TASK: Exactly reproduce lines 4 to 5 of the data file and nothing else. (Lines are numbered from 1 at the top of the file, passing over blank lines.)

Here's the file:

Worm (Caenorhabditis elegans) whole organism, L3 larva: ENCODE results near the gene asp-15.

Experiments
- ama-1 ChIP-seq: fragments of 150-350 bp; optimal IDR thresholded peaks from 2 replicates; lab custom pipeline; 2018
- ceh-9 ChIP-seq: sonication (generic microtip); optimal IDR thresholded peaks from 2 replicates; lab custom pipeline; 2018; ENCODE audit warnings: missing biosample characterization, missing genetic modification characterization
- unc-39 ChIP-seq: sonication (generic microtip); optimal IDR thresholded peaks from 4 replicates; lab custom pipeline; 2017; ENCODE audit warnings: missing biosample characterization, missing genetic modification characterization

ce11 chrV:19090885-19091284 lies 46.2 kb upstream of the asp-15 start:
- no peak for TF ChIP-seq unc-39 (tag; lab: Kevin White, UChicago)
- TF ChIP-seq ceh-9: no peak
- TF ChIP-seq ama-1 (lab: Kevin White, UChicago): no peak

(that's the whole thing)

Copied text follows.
- ceh-9 ChIP-seq: sonication (generic microtip); optimal IDR thresholded peaks from 2 replicates; lab custom pipeline; 2018; ENCODE audit warnings: missing biosample characterization, missing genetic modification characterization
- unc-39 ChIP-seq: sonication (generic microtip); optimal IDR thresholded peaks from 4 replicates; lab custom pipeline; 2017; ENCODE audit warnings: missing biosample characterization, missing genetic modification characterization